Eumorpha fasciatus


Eumorpha fasciatus on Mikania scandens, central Florida


The banded sphinx moth Eumorpha fasciatus is a member of the widespread sphingidae family, also known as hawk moths or sphinx moths. This species ranges from Argentina to Canada. Hawk moths are important pollinators of many plants.


Large flying insects need a lot of power to sustain their rapid wing movements. In cold weather they may have to shiver to warm up enough to fly. They often operate their flight muscles at your body temperature or even warmer. In warm air their flight muscles may generate too much heat. Excess heat can be shunted from the insulated thorax to the abdomen for dispersal. The heaviest sphinx moths and bumblebees approach the smallest humming birds in size and energetics. Humming birds let themselves cool down and enter torpor when resting at night, then accelerate their metabolism to warm up for flight in the morning.

Very nice image of Eumorpha fasciatus. This is the first time I have read of them feeding on Mikania scandens. Usually they feed on members of the Onagraceae family. Sightings in Canada are extremely rare and probably occur in the fall. They are likely wind assisted strays. Visit for Florida Sphingidae.

Bill Oehlke

Thanks for that Florida link Bill. I didn’t realize we had so many sphingid species in the state. I haven’t run across them. Are both larvae and adults mainly active at twilight?

Getting back to Eumorpha fasciatus, it was definitely on Michania scandens but that’s a scrambling vine that was mixed with other plants. I didn’t watch long enough to see exactly what it ate. By the way, the species has a very large range. How far do adults usually travel, if you happen to know?

Larvae, especially when they become voracious consumers in the final instar, are active day and night. The adults feed on flower nectar primarily at dusk and through the night. There are some Sphingidae species in Florida that feed during the day, but most feed in the evening or at night. The moths are also attracted to lights, and some people collect them that way. I often am asked to identify larvae of various Sphingidae species. The images that I receive of Eumorpha fasciatus are often of larvae found around ponds or lakes, roadside ditches or water ways where larval hosts (primrose-willow, Ludwigia (water primrose) and other plants in the evening primrose family) are found. I am also often asked about how one could care for the larvae and witness the transformation into the moth stage. Hence I posted an article at[…]st2008tw.htm The same procedure will work for most Sphingidae species.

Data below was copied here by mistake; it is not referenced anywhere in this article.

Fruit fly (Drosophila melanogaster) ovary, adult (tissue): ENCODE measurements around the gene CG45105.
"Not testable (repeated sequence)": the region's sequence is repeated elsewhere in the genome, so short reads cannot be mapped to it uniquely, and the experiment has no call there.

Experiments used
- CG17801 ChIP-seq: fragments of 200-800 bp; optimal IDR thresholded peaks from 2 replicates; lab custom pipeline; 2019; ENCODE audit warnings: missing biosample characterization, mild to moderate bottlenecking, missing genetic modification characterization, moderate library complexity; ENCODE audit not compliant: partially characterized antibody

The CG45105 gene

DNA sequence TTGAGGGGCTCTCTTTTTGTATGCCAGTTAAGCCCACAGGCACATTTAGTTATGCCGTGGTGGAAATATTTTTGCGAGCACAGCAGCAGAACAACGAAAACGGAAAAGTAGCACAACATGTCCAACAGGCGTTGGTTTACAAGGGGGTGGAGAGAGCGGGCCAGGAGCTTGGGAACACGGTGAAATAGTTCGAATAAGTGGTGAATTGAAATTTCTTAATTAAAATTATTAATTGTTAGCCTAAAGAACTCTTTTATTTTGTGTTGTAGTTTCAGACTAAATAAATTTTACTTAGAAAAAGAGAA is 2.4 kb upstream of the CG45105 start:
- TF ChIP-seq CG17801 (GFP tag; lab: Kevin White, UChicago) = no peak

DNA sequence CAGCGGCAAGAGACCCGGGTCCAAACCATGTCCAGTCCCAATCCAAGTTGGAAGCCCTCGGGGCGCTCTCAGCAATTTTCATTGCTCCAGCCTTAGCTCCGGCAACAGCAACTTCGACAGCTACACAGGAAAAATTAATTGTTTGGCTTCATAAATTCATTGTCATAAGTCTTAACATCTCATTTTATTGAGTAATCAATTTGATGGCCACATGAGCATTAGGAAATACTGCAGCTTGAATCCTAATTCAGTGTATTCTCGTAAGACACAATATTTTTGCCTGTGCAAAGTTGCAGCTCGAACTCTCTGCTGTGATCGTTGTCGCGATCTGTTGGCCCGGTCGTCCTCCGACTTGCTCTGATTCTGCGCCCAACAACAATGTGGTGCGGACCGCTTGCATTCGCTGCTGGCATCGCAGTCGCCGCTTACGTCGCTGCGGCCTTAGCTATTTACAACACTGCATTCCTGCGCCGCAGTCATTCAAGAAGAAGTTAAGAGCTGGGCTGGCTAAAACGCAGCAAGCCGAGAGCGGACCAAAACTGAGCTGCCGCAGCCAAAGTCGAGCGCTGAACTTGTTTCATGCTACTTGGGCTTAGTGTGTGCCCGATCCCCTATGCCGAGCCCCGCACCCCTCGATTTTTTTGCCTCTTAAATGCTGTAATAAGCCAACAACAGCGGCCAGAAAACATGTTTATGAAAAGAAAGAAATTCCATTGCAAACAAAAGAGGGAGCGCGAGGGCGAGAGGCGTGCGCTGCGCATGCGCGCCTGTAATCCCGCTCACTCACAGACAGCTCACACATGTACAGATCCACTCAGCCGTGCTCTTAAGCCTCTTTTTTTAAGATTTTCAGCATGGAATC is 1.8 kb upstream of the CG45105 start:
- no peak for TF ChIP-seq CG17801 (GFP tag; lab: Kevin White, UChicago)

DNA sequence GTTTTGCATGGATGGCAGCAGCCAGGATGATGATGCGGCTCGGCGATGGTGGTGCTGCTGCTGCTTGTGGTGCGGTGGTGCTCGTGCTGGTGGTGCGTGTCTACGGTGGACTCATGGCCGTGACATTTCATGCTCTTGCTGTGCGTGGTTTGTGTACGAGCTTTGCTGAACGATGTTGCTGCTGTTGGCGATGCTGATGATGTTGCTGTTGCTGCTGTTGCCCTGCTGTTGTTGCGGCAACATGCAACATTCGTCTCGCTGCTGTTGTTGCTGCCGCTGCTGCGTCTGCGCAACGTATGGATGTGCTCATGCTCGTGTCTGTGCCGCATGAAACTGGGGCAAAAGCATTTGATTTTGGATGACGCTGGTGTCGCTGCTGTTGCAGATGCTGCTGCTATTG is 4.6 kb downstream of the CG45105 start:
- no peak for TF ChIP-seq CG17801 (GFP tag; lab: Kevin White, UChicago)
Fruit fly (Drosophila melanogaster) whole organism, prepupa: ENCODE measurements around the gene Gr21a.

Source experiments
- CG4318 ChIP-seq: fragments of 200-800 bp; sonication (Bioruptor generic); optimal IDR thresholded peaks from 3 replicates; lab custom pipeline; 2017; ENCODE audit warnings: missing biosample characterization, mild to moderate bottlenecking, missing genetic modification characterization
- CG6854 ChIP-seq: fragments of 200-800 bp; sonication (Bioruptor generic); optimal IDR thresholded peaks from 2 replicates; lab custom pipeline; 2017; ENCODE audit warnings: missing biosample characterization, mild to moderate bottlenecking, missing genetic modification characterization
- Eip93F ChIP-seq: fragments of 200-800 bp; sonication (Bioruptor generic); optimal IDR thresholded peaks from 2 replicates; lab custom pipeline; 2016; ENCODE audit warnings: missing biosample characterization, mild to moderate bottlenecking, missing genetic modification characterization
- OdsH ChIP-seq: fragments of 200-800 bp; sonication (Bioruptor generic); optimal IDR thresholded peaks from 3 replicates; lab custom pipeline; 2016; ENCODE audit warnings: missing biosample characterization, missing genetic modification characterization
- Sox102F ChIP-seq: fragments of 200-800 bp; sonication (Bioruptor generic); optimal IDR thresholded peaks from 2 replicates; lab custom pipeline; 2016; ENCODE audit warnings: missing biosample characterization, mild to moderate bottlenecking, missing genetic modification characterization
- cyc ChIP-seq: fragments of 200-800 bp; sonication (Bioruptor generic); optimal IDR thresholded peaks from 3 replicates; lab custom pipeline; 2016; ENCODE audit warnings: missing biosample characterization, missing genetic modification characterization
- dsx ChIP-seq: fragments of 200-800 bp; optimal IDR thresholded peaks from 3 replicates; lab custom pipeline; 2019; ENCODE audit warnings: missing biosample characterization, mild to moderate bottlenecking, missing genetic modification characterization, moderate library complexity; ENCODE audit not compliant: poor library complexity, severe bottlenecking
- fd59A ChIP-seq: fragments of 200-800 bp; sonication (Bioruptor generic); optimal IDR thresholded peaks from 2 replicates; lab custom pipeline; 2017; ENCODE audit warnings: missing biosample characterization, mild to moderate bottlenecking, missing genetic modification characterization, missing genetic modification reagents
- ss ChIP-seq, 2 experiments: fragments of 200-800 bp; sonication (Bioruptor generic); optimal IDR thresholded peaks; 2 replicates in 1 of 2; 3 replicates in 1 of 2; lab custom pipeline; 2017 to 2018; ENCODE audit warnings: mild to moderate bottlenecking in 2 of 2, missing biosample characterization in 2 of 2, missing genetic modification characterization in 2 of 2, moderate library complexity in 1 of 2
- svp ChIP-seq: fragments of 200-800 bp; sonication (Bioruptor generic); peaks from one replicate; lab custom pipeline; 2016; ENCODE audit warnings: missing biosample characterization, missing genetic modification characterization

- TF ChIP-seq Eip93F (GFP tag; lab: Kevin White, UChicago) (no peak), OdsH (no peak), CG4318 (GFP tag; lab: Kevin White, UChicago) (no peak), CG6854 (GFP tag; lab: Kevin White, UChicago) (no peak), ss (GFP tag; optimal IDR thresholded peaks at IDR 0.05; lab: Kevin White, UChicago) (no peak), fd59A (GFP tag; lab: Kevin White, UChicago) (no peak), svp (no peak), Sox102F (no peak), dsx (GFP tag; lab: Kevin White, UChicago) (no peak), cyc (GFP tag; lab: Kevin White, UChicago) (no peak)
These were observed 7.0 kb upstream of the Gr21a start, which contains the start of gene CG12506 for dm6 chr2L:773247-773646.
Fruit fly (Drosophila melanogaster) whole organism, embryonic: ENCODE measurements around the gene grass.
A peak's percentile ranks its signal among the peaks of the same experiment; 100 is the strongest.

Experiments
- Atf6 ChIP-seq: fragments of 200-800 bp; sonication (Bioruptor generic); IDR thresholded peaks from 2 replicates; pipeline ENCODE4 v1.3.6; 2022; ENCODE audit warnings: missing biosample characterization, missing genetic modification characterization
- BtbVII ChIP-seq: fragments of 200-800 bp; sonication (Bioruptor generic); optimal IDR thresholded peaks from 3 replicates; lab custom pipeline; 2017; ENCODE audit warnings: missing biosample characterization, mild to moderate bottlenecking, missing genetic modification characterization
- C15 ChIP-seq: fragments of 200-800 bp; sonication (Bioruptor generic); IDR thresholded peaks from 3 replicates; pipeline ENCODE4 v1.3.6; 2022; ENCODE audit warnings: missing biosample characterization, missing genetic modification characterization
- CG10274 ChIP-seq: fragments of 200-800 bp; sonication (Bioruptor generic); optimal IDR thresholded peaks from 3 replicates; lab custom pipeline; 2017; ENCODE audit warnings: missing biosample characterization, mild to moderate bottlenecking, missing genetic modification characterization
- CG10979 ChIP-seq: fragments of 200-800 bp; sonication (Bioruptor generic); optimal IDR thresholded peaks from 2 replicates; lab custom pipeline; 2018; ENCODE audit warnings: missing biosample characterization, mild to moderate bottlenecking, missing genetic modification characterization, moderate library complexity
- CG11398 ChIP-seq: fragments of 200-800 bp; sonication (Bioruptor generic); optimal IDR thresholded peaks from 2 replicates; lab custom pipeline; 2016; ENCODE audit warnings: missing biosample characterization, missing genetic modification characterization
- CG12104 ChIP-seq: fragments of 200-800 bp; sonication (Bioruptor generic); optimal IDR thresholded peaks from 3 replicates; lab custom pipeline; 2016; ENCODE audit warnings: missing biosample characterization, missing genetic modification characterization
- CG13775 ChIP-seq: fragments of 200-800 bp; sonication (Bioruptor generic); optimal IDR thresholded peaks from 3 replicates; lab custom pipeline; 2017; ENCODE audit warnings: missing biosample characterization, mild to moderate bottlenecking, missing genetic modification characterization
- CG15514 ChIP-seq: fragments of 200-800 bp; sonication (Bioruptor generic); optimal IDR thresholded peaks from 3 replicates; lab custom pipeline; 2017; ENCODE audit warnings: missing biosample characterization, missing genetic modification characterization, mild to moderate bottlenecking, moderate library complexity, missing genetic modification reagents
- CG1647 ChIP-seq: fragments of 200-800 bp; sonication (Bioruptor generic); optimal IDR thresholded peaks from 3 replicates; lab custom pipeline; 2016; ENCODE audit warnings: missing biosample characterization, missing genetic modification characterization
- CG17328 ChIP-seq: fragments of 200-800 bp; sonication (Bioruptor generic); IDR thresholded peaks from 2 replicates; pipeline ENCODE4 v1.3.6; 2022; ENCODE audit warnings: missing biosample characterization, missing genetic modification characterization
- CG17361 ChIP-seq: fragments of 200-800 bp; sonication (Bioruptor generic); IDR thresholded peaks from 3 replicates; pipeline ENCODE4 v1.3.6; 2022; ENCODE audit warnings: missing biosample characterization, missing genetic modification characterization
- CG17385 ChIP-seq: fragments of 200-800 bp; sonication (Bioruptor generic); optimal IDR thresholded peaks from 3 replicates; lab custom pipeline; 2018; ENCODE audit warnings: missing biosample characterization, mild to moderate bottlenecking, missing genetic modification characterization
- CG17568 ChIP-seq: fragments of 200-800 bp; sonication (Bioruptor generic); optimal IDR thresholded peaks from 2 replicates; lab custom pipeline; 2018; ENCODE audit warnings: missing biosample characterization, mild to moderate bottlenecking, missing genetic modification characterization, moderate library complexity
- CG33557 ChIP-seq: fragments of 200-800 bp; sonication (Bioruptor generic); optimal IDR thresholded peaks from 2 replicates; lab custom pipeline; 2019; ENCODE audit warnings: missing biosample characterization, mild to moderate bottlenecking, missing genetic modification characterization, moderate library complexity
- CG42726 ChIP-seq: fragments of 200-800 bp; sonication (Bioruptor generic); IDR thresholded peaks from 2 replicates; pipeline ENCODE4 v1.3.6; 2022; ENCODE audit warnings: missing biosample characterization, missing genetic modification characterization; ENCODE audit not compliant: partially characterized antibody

As a kid I gathered a species of theses things by the pound for fish bait. Having a good catalpa tree around made bait easy to gather.

I always wondered how the tree survived such massive infestations.

The Catalpa feeders would be Ceratomia catalpae, well known as excellent fish bait in the southern states.

To original post: It would be great if some of your friends can also contribute images. I would request, however, that you pass on to them my request for data with image submission: date, precise location, habitat (especially if they know nectar source or food plant).